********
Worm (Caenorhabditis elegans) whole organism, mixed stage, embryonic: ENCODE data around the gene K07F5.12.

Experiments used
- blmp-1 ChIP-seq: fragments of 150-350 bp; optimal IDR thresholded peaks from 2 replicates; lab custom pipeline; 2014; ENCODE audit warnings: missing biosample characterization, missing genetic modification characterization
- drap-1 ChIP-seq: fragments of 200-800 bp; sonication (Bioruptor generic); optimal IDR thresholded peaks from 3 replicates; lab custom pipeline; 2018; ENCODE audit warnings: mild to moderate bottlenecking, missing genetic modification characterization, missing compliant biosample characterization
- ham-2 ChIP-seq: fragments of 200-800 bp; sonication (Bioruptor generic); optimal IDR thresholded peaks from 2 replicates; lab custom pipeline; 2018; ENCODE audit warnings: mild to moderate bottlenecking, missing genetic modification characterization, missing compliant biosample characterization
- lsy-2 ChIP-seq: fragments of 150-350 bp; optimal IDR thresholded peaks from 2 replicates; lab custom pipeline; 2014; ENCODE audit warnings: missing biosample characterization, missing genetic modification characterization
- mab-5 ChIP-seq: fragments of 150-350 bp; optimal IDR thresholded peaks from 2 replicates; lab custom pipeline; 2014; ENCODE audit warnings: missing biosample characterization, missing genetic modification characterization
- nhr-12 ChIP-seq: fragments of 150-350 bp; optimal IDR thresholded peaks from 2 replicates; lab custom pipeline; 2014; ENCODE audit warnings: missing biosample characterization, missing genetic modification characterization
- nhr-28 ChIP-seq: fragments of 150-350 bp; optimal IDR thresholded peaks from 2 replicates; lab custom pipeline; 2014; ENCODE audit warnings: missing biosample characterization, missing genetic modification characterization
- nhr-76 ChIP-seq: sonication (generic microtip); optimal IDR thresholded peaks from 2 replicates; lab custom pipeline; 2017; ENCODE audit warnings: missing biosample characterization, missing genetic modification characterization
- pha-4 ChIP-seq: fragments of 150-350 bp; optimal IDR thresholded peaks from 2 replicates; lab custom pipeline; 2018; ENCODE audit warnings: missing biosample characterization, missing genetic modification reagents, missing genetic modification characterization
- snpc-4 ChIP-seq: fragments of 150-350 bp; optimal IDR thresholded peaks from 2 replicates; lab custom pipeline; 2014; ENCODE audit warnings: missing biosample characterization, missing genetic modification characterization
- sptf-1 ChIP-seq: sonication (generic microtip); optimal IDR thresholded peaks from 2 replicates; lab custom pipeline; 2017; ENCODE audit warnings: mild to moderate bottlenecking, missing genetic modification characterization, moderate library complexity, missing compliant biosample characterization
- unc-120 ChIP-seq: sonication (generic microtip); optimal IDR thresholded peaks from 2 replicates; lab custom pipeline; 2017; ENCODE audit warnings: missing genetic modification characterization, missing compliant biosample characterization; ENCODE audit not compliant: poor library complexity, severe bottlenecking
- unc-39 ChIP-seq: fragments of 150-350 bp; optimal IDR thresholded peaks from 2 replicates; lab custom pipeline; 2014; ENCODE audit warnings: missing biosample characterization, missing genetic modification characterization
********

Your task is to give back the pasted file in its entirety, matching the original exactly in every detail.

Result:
Worm (Caenorhabditis elegans) whole organism, mixed stage, embryonic: ENCODE data around the gene K07F5.12.

Experiments used
- blmp-1 ChIP-seq: fragments of 150-350 bp; optimal IDR thresholded peaks from 2 replicates; lab custom pipeline; 2014; ENCODE audit warnings: missing biosample characterization, missing genetic modification characterization
- drap-1 ChIP-seq: fragments of 200-800 bp; sonication (Bioruptor generic); optimal IDR thresholded peaks from 3 replicates; lab custom pipeline; 2018; ENCODE audit warnings: mild to moderate bottlenecking, missing genetic modification characterization, missing compliant biosample characterization
- ham-2 ChIP-seq: fragments of 200-800 bp; sonication (Bioruptor generic); optimal IDR thresholded peaks from 2 replicates; lab custom pipeline; 2018; ENCODE audit warnings: mild to moderate bottlenecking, missing genetic modification characterization, missing compliant biosample characterization
- lsy-2 ChIP-seq: fragments of 150-350 bp; optimal IDR thresholded peaks from 2 replicates; lab custom pipeline; 2014; ENCODE audit warnings: missing biosample characterization, missing genetic modification characterization
- mab-5 ChIP-seq: fragments of 150-350 bp; optimal IDR thresholded peaks from 2 replicates; lab custom pipeline; 2014; ENCODE audit warnings: missing biosample characterization, missing genetic modification characterization
- nhr-12 ChIP-seq: fragments of 150-350 bp; optimal IDR thresholded peaks from 2 replicates; lab custom pipeline; 2014; ENCODE audit warnings: missing biosample characterization, missing genetic modification characterization
- nhr-28 ChIP-seq: fragments of 150-350 bp; optimal IDR thresholded peaks from 2 replicates; lab custom pipeline; 2014; ENCODE audit warnings: missing biosample characterization, missing genetic modification characterization
- nhr-76 ChIP-seq: sonication (generic microtip); optimal IDR thresholded peaks from 2 replicates; lab custom pipeline; 2017; ENCODE audit warnings: missing biosample characterization, missing genetic modification characterization
- pha-4 ChIP-seq: fragments of 150-350 bp; optimal IDR thresholded peaks from 2 replicates; lab custom pipeline; 2018; ENCODE audit warnings: missing biosample characterization, missing genetic modification reagents, missing genetic modification characterization
- snpc-4 ChIP-seq: fragments of 150-350 bp; optimal IDR thresholded peaks from 2 replicates; lab custom pipeline; 2014; ENCODE audit warnings: missing biosample characterization, missing genetic modification characterization
- sptf-1 ChIP-seq: sonication (generic microtip); optimal IDR thresholded peaks from 2 replicates; lab custom pipeline; 2017; ENCODE audit warnings: mild to moderate bottlenecking, missing genetic modification characterization, moderate library complexity, missing compliant biosample characterization
- unc-120 ChIP-seq: sonication (generic microtip); optimal IDR thresholded peaks from 2 replicates; lab custom pipeline; 2017; ENCODE audit warnings: missing genetic modification characterization, missing compliant biosample characterization; ENCODE audit not compliant: poor library complexity, severe bottlenecking
- unc-39 ChIP-seq: fragments of 150-350 bp; optimal IDR thresholded peaks from 2 replicates; lab custom pipeline; 2014; ENCODE audit warnings: missing biosample characterization, missing genetic modification characterization